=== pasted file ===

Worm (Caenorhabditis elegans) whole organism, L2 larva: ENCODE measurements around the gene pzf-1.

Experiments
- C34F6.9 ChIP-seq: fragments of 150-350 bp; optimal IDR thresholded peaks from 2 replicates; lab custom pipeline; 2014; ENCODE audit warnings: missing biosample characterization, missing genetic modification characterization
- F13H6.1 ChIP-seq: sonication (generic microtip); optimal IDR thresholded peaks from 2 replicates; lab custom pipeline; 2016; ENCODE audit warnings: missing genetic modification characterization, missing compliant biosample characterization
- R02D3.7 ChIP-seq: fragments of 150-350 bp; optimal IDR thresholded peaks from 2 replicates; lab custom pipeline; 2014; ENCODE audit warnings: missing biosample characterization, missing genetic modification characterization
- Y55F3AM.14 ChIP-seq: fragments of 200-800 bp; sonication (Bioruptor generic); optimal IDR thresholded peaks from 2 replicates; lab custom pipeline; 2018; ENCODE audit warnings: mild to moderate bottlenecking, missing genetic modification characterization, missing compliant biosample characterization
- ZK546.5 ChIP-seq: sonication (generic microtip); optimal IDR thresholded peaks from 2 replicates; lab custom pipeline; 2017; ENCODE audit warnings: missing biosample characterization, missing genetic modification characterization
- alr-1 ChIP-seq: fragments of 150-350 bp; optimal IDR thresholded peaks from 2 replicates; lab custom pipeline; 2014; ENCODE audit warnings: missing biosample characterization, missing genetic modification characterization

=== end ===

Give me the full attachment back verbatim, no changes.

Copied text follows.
Worm (Caenorhabditis elegans) whole organism, L2 larva: ENCODE measurements around the gene pzf-1.

Experiments
- C34F6.9 ChIP-seq: fragments of 150-350 bp; optimal IDR thresholded peaks from 2 replicates; lab custom pipeline; 2014; ENCODE audit warnings: missing biosample characterization, missing genetic modification characterization
- F13H6.1 ChIP-seq: sonication (generic microtip); optimal IDR thresholded peaks from 2 replicates; lab custom pipeline; 2016; ENCODE audit warnings: missing genetic modification characterization, missing compliant biosample characterization
- R02D3.7 ChIP-seq: fragments of 150-350 bp; optimal IDR thresholded peaks from 2 replicates; lab custom pipeline; 2014; ENCODE audit warnings: missing biosample characterization, missing genetic modification characterization
- Y55F3AM.14 ChIP-seq: fragments of 200-800 bp; sonication (Bioruptor generic); optimal IDR thresholded peaks from 2 replicates; lab custom pipeline; 2018; ENCODE audit warnings: mild to moderate bottlenecking, missing genetic modification characterization, missing compliant biosample characterization
- ZK546.5 ChIP-seq: sonication (generic microtip); optimal IDR thresholded peaks from 2 replicates; lab custom pipeline; 2017; ENCODE audit warnings: missing biosample characterization, missing genetic modification characterization
- alr-1 ChIP-seq: fragments of 150-350 bp; optimal IDR thresholded peaks from 2 replicates; lab custom pipeline; 2014; ENCODE audit warnings: missing biosample characterization, missing genetic modification characterization